We need your help in continuing to document the contribution chemists have made to the social and economic development of Australia through contributions to the Encyclopedia of Australian Science and Innovation.
The Encyclopedia is a gateway to the history and archives of science, technology and innovation in Australia and is built from data systematically collected and progressively published in various forms (print and online) since 1985. The Encyclopedia contains quite a lot of information and references to the history of chemistry in Australia, but there are many gaps. It is a community-driven enterprise that relies on volunteers to propose new entries and help amend existing entries. The Encyclopedia includes the Bibliography of the History of Australian Science, which had been published annually since 1981 (see www.publish.csiro.au/HR/HR22901 and www.eoas.info). From 1985 to 2020, the enterprise was housed at the University of Melbourne. It was relocated to Swinburne University of Technology in 2021. The first edition published by Swinburne was in March 2022.
Of the nearly 10 000 entities registered in the Encyclopedia, more than half are individuals and many of the those are chemists of some form or another (552 – as at March 2022). Following the model of the Australian Dictionary of Biography, each entry is tagged with one or more occupations (or functions). By scrolling down, you will find ‘Cereal chemist’ (2), ‘Chemical analyst’ (8), ‘Chemical engineer’ (45), ‘Chemical physicist’ (7) and ‘Chemist’, but on other browse pages you can find ‘Agricultural chemist’ (12), ‘Analytical chemist’ (52), ‘Applied chemist’ (21), ‘Industrial chemist’ (88), ‘Inorganic chemist’ (18), ‘Manufacturing chemist’ (6), ‘Medical chemist’ (3), ‘Medicinal chemist’ (1), ‘Mineral chemist’ (9), ‘Mining chemist’ (2), ‘Organic chemist’, ‘Pharmaceutical chemist’ (1), ‘Physical chemist’ (25), ‘Polymer chemist’ (5), and ‘Quantum chemist’ (2). Biochemists and geochemists have been treated as separate groups. Organisations with a chemical focus have been tagged under ‘Chemical industries’.
For example, there is an entry for Ezio Rizzardo (1943–), an organic chemist who became a leading expert in the chemistry of polymerisation. During his time at CSIRO (1974–2016), he led projects on free radical polymerisation, polymeric biomaterials and engineering polymers. He contributed to the development of nitroxide-mediated living radical polymerisation and invented reversible addition-fragmentation chain transfer (RAFT) polymerisation. His entry in the Encyclopedia is rich in career events and links to entries for related organisations as well as links to entries for prizes and awards. However, apart from a link to CSIROpedia, there are no other references to historical publications and archival collections that tell the story of his life. This is where we need help.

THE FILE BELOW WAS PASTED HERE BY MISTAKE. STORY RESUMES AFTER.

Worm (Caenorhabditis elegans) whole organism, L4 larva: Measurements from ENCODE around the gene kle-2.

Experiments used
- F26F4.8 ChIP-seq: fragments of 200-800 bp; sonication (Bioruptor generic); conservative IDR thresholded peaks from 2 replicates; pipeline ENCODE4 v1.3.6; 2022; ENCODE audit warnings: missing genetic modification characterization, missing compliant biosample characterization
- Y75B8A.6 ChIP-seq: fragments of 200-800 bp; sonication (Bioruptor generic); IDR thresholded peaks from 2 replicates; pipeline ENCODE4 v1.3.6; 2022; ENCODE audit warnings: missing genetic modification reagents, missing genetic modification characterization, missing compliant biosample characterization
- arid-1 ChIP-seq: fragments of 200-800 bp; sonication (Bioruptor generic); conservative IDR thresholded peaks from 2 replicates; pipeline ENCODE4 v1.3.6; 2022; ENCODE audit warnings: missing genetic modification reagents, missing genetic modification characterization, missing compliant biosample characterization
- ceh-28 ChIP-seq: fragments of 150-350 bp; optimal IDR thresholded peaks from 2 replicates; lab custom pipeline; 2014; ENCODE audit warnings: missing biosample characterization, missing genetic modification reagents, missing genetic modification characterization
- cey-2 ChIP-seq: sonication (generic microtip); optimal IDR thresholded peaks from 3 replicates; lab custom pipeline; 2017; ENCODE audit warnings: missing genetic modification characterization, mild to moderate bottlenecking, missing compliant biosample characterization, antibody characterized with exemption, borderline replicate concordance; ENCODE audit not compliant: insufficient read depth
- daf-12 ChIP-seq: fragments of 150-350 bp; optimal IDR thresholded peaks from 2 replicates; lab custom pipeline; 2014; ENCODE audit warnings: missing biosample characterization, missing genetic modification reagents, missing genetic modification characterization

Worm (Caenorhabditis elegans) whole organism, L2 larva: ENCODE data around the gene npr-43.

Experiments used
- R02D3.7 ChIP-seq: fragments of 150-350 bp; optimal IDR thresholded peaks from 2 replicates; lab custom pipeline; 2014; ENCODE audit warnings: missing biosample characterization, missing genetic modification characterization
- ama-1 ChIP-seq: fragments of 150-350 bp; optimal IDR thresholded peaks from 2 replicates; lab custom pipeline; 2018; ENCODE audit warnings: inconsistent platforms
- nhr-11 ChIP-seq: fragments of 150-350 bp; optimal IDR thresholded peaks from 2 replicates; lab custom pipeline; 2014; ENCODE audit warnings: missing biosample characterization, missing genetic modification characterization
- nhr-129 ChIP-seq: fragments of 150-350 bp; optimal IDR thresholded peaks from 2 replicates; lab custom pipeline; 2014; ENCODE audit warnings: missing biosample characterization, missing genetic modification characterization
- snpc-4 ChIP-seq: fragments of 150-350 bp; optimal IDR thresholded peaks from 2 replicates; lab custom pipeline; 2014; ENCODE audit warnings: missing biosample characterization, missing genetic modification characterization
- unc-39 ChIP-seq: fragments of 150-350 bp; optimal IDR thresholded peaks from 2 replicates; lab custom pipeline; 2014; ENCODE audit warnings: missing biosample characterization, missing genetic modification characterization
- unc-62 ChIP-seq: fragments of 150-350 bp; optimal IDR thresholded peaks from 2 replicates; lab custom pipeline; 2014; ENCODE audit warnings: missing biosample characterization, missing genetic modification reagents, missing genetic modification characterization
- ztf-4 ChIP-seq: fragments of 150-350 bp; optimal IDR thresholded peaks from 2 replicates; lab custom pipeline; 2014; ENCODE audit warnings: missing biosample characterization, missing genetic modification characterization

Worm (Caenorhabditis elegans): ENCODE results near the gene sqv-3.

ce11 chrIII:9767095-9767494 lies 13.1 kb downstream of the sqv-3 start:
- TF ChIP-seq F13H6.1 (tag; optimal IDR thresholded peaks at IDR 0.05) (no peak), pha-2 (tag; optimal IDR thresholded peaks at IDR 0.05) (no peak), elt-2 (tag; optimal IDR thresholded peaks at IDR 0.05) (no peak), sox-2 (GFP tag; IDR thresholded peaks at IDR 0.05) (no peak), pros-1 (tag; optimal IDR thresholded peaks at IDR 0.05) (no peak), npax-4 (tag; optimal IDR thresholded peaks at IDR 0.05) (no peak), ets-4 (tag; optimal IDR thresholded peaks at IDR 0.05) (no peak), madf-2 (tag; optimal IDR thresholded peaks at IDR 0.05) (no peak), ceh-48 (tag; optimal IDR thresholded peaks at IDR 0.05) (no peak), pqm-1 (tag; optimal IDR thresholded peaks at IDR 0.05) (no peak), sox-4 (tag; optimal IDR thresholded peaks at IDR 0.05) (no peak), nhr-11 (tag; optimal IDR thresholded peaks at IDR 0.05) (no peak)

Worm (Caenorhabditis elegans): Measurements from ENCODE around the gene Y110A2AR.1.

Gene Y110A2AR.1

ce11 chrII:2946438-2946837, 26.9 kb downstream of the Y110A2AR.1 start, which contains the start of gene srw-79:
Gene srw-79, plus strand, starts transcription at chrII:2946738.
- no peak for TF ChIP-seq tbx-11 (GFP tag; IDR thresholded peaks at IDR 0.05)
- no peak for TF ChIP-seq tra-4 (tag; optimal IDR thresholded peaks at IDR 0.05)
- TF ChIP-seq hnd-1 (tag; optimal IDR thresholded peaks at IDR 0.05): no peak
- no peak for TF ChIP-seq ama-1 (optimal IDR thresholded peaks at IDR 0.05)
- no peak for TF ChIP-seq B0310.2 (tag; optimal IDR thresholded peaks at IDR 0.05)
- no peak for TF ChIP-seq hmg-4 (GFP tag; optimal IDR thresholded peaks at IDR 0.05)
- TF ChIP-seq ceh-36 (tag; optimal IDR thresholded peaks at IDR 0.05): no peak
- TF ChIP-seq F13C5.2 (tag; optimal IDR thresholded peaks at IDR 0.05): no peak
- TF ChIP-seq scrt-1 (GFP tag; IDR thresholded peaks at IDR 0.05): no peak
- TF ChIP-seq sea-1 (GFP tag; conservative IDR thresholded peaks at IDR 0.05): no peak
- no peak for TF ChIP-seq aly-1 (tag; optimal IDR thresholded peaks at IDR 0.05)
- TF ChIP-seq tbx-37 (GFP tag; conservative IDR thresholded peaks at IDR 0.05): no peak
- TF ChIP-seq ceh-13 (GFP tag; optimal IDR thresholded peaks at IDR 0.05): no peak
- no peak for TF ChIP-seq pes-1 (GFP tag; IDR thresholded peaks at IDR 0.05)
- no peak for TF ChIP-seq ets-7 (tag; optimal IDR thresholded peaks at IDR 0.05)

As an expert or practitioner in your field of chemistry, you can let us know of people or organisations who should be, but are not yet, in the Encyclopedia. You can let us know about publications and other sources of evidence (archival resources) that we could register (and link to). If you can supply copies of images, video, audio, publications and documents that will help us build an entry, then that will be useful to students, scholars and researchers now and in the future.
A notable chemical researcher, who does not yet have an entry in the Encyclopedia, is Matthew Hill (PhD 2006), who is working towards the usage of ultra-porous metal–organic frameworks (MOFs) for gas storage and separation. He has a particular interest in carbon dioxide, having discovered a material with a record capacity for its capture, and through simulations predicted materials that could have outstanding potential for separating CO2 from other gases. With useful background information provided by colleagues, Hill is now high on the list for the next edition.
The bibliography also includes the work of David Collins (Monash University and on the backlog list for a personal entry in the Encyclopedia) in Chemistry in 19th Century Australia – Select Bibliography. (See the 2005 Exhibition: www.eoas.info/exhibitions/ciab/ciab.html). An illustrative entry is Bosisto, J., ‘Is the Eucalyptus a Fever-Destroying Tree?’, Pharmaceutical Journal and Transactions (1874–1875), 270. By following the ‘Details’ link, you get to the full entry for the article, including the keywords added by Collins. The link to the personal entry for Joseph Bosisto (1824–1989) takes you to a rich entry with links to archival collections and publications (see eoas.info/biogs/P000082b.htm).
We hope that you will search the Encyclopedia for people who you think should be included and, if they are not, contact us to remedy the situation. Contact us as well if you wish to update or amend existing entries. We would love to hear from you at firstname.lastname@example.org or email@example.com.